These statistics are from the Occupational Employment Statistics (OES) survey, a federal-state cooperative program between BLS and State Workforce Agencies, in this case, the Alabama Department of Labor.

Changes to the Occupational Employment Statistics (OES) Data

With the May 2019 estimates, the OES program has begun implementing the 2018 Standard Occupational Classification (SOC) system. Each set of OES estimates is calculated from six panels of survey data collected over three years. Because the May 2019 estimates are based on a combination of survey data collected using the 2010 SOC and survey data collected using the 2018 SOC, these estimates use a hybrid of the two classification systems that contains some combinations of occupations that are not found in either the 2010 or 2018 SOC. These combinations may include occupations from more than one 2018 SOC minor group or broad occupation. Therefore, OES will not publish data for some 2018 SOC minor groups and broad occupations in the May 2019 estimates. The May 2021 estimates, to be published in Spring 2022, will be the first OES estimates based entirely on survey data collected using the 2018 SOC.

In addition, the OES program has replaced some 2018 SOC detailed occupations with SOC broad occupations or OES-specific aggregations. These include home health aides and personal care aides, for which OES will publish only the 2018 SOC broad occupation 31-1120 Home Health and Personal Care Aides.

For more information on the occupational classification system used in the May 2019 OES estimates, please see www.bls.gov/oes/soc_2018.htm and www.bls.gov/oes/oes_ques.htm#qf10.

The May 2019 OES estimates use the metropolitan area definitions delineated in Office of Management and Budget (OMB) Bulletin 17-01, which add a new Metropolitan Statistical Area (MSA) for Twin Falls, Idaho. For more information on the area definitions used in the May 2019 estimates, please see www.bls.gov/oes/current/msa_def.htm.


Technical Note

The Occupational Employment Statistics (OES) survey is a semiannual survey measuring occupational employment and wage rates for wage and salary workers in nonfarm establishments in the United States. The OES data available from BLS include cross-industry occupational employment and wage estimates for the nation; over 580 areas, including states and the District of Columbia, metropolitan statistical areas (MSAs), nonmetropolitan areas, and territories; national industry-specific estimates at the NAICS sector, 3-digit, most 4-digit, and selected 5- and 6-digit industry levels, and national estimates by ownership across all industries and for schools and hospitals. OES data are available at www.bls.gov/oes/tables.htm.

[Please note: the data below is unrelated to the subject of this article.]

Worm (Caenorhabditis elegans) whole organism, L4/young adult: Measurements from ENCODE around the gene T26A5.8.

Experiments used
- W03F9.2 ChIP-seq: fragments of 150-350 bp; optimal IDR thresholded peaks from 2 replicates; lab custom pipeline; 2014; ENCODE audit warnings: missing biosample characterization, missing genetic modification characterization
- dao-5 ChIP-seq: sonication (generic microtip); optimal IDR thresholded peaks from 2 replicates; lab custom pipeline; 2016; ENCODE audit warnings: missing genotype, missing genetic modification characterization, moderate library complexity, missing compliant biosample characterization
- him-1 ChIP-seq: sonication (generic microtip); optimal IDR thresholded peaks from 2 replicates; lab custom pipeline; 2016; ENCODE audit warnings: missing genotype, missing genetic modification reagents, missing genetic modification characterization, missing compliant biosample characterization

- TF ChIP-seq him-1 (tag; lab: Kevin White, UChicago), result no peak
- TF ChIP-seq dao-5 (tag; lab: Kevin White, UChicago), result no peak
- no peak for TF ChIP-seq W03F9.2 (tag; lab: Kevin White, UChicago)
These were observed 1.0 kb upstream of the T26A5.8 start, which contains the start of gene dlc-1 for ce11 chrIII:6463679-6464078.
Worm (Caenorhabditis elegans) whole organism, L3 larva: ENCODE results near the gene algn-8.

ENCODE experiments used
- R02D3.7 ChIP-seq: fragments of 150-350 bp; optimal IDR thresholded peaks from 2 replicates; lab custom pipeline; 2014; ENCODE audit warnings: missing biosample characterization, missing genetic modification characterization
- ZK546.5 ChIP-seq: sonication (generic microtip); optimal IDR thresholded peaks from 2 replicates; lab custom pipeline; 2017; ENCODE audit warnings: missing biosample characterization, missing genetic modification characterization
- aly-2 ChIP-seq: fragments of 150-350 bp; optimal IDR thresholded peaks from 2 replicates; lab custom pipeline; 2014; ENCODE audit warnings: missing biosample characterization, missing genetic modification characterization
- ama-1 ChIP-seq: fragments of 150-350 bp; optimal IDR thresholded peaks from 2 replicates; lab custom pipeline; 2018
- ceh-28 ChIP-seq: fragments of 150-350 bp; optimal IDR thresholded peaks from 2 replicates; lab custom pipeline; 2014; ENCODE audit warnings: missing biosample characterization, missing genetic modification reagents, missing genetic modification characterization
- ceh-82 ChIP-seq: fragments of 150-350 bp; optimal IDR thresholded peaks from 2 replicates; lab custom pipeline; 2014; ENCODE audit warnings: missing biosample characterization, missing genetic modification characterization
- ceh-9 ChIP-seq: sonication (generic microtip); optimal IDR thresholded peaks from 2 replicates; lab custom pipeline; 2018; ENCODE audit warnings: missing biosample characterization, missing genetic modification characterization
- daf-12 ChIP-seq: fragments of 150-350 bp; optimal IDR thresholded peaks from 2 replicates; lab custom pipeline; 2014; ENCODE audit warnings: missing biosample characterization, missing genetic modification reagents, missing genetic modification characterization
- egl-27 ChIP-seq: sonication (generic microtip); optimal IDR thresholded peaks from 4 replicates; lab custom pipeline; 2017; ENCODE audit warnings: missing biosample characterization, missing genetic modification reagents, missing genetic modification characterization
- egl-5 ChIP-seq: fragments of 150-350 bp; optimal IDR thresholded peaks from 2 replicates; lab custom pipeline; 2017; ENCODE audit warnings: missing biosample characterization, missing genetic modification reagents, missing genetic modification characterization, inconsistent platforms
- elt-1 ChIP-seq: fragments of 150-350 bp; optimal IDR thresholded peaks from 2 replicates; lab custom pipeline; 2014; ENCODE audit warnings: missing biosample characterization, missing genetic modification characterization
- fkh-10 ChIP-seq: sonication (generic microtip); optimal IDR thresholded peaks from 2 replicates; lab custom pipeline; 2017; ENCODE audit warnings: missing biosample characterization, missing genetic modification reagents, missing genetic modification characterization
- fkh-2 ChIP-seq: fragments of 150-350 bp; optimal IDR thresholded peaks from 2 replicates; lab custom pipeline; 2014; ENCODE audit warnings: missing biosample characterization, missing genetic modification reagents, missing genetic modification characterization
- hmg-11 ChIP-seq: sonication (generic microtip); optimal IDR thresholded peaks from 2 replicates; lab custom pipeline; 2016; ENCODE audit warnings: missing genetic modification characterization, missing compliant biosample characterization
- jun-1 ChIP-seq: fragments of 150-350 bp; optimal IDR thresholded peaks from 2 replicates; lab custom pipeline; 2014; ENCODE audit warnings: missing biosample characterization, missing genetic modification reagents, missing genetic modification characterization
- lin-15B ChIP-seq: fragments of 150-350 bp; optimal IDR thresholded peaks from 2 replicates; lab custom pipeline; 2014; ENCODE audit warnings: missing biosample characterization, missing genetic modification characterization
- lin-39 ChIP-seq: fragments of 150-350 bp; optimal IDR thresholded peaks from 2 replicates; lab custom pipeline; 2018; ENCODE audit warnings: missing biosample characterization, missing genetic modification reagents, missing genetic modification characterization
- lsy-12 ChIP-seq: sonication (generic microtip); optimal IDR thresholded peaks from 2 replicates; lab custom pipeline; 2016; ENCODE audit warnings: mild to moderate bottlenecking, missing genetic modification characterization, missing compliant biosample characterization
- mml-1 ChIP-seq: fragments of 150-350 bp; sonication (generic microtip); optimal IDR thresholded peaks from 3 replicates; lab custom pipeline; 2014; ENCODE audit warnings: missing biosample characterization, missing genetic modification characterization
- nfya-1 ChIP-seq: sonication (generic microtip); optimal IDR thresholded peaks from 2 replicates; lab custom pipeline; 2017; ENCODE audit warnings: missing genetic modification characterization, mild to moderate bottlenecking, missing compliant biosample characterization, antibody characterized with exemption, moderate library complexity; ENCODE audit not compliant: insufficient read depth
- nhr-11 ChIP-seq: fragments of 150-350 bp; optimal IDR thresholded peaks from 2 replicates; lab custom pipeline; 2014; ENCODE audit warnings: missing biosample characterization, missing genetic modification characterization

The OES survey is a cooperative effort between BLS and the State Workforce Agencies (SWAs). BLS funds the survey and provides the procedures and technical support, while the State Workforce Agencies collect most of the data. OES estimates are constructed from a sample of about 1.1 million establishments. Each year, two semiannual panels of approximately 180,000 to 200,000 sampled establishments are contacted, one panel in May and the other in November. Responses are obtained by mail, Internet or other electronic means, email, telephone, or personal visit. The May 2019 estimates are based on responses from six semiannual panels collected over a 3-year period: May 2019, November 2018, May 2018, November 2017, May 2017, and November 2016. The unweighted sampled employment of 83 million across all six semiannual panels represents approximately 57 percent of total national employment. The overall national response rate for the six panels, based on the 50 states and the District of Columbia, is 71 percent based on establishments and 68 percent based on weighted sampled employment. The sample in the Birmingham-Hoover, AL Metropolitan Statistical Area included 3,362 establishments with a response rate of 74 percent. For more information about OES concepts and methodology, go to www.bls.gov/oes/current/oes_tec.htm.

A value that is statistically different from another does not necessarily mean that the difference has economic or practical significance. Statistical significance is concerned with the ability to make confident statements about a universe based on a sample. It is entirely possible that a large difference between two values is not significantly different statistically, while a small difference is, since both the size and heterogeneity of the sample affect the relative error of the data being tested.

The May 2019 OES estimates are the first set of OES estimates to be based in part on survey data collected using the 2018 SOC. These estimates use a hybrid of the 2010 and 2018 SOC systems. More information on the hybrid classification system is available at www.bls.gov/oes/soc_2018.htm.